Hospitals to target smokers and heavy drinkers
Author: Ingrid Torjesen
Dedicated new services in hospitals will target problem drinkers and smokers who end up in hospital, NHS England has announced.
The services are included in new NHS prevention measures to be announced in the NHS Long-Term Plan published later today.
People who are alcohol dependent will be helped by new Alcohol Care Teams, while more than half a million patients who smoke, including pregnant women and their partners will also be helped to stop, in a new drive that will see all smokers admitted to hospital encouraged to quit. The schemes come alongside action on obesity and diabetes as part of a renewed focus on prevention that will benefit patients and make the NHS fit for the future, by curbing demands on the health service.
Alcohol Care Teams will be rolled out in hospitals with the highest number of alcohol-related admissions and will support patients and their families who have issues with alcohol misuse. This will be delivered in the 25% worst affected parts of the country and could prevent 50,000 admissions and almost 250,000 bed days over five years.
Expert teams will work in up to 50 hospitals across the country to deliver alcohol checks and provide access to health within 24 hours if problems are found including counselling, medically assisted help to give up drink and support to stay off of it. The teams will be based in hospitals but also work with local community services to ensure all needs, including any other health needs, are met.
Alcohol-related admissions to hospital have grown by 17% over the last decade – in 2016/17 there were 337,000 estimated admissions – 2.1% of the total.
The introduction of Alcohol Care Teams in Bolton, Salford, Nottingham, Liverpool, London and Portsmouth have already been associated with a reduction in A&E attendances, bed days, readmissions and ambulance call-outs have significantly reduced. Advice sessions last for 20–40 minutes and involves personalised feedback to people about their level of health risk because of alcohol consumption, practical advice about reducing alcohol consumption, with a range of options for change, and written information to support the advice.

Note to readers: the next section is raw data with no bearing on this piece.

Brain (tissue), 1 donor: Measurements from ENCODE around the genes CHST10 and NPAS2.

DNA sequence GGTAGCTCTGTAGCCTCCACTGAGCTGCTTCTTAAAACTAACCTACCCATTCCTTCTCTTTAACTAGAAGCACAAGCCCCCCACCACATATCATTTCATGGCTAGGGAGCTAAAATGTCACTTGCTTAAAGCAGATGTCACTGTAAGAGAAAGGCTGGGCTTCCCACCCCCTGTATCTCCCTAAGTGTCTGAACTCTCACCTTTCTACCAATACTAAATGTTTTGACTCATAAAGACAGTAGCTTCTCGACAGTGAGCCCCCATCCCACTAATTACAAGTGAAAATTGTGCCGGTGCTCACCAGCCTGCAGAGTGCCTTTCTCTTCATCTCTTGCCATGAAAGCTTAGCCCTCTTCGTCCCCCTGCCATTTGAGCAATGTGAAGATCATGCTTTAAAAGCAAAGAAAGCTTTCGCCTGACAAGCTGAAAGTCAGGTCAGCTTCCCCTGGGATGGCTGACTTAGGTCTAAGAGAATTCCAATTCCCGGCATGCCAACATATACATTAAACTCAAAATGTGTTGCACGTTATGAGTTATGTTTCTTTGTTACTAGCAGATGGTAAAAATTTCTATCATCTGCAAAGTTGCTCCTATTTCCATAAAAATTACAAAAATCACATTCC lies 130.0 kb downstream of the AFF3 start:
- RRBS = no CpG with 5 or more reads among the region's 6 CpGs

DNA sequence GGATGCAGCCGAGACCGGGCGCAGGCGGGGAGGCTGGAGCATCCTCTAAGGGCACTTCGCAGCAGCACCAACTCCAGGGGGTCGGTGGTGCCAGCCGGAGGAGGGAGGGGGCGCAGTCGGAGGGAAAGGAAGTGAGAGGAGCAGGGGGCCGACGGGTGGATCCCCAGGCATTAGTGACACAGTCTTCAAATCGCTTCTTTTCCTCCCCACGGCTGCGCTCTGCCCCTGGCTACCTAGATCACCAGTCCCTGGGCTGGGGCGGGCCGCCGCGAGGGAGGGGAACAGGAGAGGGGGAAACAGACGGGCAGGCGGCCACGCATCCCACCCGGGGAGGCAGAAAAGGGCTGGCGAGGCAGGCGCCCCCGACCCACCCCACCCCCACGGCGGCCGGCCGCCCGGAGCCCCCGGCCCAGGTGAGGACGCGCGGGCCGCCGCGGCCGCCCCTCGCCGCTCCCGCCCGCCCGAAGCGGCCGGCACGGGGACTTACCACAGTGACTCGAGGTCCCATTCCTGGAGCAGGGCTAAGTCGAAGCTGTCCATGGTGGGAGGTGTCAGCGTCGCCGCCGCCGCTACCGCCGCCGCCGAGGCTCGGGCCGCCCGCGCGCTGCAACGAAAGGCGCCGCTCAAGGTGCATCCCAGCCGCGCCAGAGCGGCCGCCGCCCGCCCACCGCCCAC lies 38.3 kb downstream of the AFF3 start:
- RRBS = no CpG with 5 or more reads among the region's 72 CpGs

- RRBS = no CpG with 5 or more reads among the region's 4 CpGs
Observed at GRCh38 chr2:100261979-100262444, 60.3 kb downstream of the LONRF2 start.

The NHS Long-Term Plan will announce that every smoker admitted to hospital will be offered NHS support to quit, including patients receiving long-term support from specialist mental health and learning disability services.
The services will be based on a scheme already happening in Manchester, which is expected to save £10 million and over 30,000 hospital beds across the city. The service will be replicated across the country over the next five years so that every patient can access support including personalised bedside care, timely therapy and follow-up help when they have been discharged from hospital.
Pregnant women will benefit from one-to-one support. The most recent figures show that women in England are amongst the most likely to smoke during pregnancy with 10% still lighting up at the time of their baby’s delivery, which doubles the risk of still birth, substantially increases the likelihood of miscarriage and triples the chances of sudden infant death.
The areas with the greatest level of need will be prioritised with 600,000 people being supported to quit over the next five years. Across the country, there is significant variation in the number of pregnant women who smoke, ranging from 2% in Kensington and Chelsea to over one in five in Blackpool.
Partners of pregnant women will also be encouraged to kick the habit to give new mums the best chance of not smoking again.
Royal College of Physicians president Professor Andrew Goddard said: “We welcome the Long-Term Plan’s commitment to offer help to quit for every smoker admitted to hospital, as recommended in our 2018 report Hiding in Plain Sight. Helping people give up smoking is a cost-effective means of both improving health and reducing demand on NHS services in the future. Every contact a health professional has with a patient is an opportunity to help the patient give up smoking – having a system in place to treat tobacco dependency with allocated funding will help make it happen.
“The focus on the management of alcohol-related disease is also very welcome. It is an increasing problem in our hospitals where many patients first come to the attention of the NHS. We mustn’t forget prevention though and further measures to reduce harmful drinking are much needed.”